– To some degree, this answer must also address disintermediation. Can price and other market information be accessed and made available that would enable customers (families, restaurants, and stores alike) to go straight to the producer to obtain the most reliable terms? Can exchanges be created or supply-chain management tools or lead-generation databases be developed that not only facilitate transactions but generated additional value in the form of information that can be aggregated, translated, and sold as part of an industry-wide knowledge base?

3. Have other industries that deal in high-volume physical commodities developed models that can be imitated?

4. Are there natural partners — say, grocery or restaurant chains — whose scale, clout, and self-interest could be leveraged? As Durwood mentioned in our conversation: “I’m not aware of any aquaculture producer that has a restaurant chain – or the opposite. When and if that ever happens, then you might see the seafood commodity industry start to make some significant changes.” I agree, and can’t help believing this to be a likely development, especially as Wal-Mart and Target become increasingly interested in “sustainable” and “local”. Are there opportunities for the aquaculture Davids to collaborate with the corporate Goliaths instead of throwing stones?

Loosening the bonds of time and place, if it is to happen, will depend on technological developments, creative partnerships, public-private involvement,  and intensely hyper-local focus. If technology and site selection can dramatically reduce the energy- and labor-intensiveness of production and distribution; if partnerships with states, municipalities, and corporate entities with a focus on sustainability and locality can establish a foothold for aquaculture projects near feed suppliers and/or major markets; if consumers can be educated to care about where their seafood is coming from (remember: EVERY consumer doesn’t have to get it — a significant minority will do) and to be willing to pay for that added value, then I can imagine a loosely connected web of smallish production units empowered by digital exchanges that help producers get found and consumers get the best terms, leveraging shared purchasing power, creating “virtual scale” and competitive advantage.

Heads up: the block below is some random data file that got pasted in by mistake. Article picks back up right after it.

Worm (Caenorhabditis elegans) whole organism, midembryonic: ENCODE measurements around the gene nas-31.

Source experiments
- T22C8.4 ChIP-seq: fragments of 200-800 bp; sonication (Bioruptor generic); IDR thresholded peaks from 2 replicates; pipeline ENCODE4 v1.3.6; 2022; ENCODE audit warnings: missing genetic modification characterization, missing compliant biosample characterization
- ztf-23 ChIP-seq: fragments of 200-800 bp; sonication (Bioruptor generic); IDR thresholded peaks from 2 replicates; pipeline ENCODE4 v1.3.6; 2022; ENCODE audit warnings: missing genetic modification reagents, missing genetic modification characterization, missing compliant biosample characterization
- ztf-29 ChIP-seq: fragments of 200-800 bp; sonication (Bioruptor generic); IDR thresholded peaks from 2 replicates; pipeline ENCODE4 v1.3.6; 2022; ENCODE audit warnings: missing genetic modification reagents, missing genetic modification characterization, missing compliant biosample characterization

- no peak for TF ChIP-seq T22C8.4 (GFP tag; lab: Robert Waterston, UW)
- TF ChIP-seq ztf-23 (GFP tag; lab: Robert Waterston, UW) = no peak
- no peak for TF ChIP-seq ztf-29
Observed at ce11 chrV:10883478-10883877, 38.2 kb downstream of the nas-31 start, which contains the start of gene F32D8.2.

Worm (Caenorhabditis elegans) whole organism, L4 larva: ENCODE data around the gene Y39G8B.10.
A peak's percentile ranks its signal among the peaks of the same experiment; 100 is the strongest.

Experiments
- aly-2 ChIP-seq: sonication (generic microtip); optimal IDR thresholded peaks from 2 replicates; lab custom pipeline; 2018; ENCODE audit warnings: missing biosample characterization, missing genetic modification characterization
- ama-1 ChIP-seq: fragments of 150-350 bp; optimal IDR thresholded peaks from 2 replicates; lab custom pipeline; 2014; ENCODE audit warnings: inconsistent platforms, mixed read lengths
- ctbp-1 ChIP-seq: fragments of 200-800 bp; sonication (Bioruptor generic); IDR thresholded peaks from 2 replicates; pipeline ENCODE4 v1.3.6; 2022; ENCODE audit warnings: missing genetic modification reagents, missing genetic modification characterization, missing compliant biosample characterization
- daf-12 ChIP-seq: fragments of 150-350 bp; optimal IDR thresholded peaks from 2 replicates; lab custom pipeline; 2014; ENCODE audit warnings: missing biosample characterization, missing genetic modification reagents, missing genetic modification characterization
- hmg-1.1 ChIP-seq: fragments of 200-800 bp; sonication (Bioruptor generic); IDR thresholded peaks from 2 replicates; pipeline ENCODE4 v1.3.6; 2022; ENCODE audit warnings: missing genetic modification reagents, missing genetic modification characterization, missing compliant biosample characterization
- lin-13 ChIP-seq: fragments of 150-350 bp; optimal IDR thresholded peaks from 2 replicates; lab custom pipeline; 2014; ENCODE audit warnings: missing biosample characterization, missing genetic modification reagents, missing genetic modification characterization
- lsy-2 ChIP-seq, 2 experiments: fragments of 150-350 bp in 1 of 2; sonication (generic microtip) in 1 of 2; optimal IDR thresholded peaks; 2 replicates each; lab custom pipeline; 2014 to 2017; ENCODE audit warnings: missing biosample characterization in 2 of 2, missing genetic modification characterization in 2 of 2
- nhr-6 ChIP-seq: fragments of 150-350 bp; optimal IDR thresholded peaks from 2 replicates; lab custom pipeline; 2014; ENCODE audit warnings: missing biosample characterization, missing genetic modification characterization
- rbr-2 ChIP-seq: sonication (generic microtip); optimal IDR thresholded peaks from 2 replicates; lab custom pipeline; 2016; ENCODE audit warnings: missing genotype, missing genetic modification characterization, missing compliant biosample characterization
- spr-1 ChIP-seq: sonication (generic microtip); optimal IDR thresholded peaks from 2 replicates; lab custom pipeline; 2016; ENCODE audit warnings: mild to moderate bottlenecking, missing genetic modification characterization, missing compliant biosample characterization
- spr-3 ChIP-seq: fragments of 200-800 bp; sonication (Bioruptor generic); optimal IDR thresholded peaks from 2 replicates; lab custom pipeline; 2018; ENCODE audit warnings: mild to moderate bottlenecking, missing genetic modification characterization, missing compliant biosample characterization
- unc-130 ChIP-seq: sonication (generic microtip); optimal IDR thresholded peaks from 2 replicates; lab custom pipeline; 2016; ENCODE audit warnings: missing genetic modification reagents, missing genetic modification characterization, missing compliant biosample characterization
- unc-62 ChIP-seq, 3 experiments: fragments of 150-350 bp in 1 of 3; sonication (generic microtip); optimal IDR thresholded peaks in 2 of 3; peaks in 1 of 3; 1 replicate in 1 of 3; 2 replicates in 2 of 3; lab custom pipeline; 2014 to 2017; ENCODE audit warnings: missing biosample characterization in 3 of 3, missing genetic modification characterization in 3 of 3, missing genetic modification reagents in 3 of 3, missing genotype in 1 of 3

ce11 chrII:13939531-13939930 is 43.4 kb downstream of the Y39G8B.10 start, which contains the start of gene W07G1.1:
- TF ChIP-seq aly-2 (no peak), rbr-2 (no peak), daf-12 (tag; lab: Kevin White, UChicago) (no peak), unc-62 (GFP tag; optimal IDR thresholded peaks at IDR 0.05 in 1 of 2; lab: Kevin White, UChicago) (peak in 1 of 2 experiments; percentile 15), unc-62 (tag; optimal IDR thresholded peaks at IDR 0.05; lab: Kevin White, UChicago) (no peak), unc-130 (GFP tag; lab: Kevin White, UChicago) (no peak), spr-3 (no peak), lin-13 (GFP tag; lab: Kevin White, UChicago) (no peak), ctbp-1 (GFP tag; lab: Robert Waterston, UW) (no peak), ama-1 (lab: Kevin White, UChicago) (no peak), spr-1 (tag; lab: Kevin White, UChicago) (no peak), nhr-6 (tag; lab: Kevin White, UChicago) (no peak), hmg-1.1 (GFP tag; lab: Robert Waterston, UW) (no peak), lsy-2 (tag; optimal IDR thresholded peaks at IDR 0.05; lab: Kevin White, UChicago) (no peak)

That’s a lot of “ifs”, some of them bigger and more daunting than others. The good news is, these things don’t have to happen all at once or in any particular order.  The business world is full of models, analogies, and examples of success amid what seems like insuperable odds — examples that, in hindsight, often seem obvious, though at the time their authors were regarded as dreamy-eyed optimists. My vision may not be the way the future plays out, but it’s a vision. What’s your vision?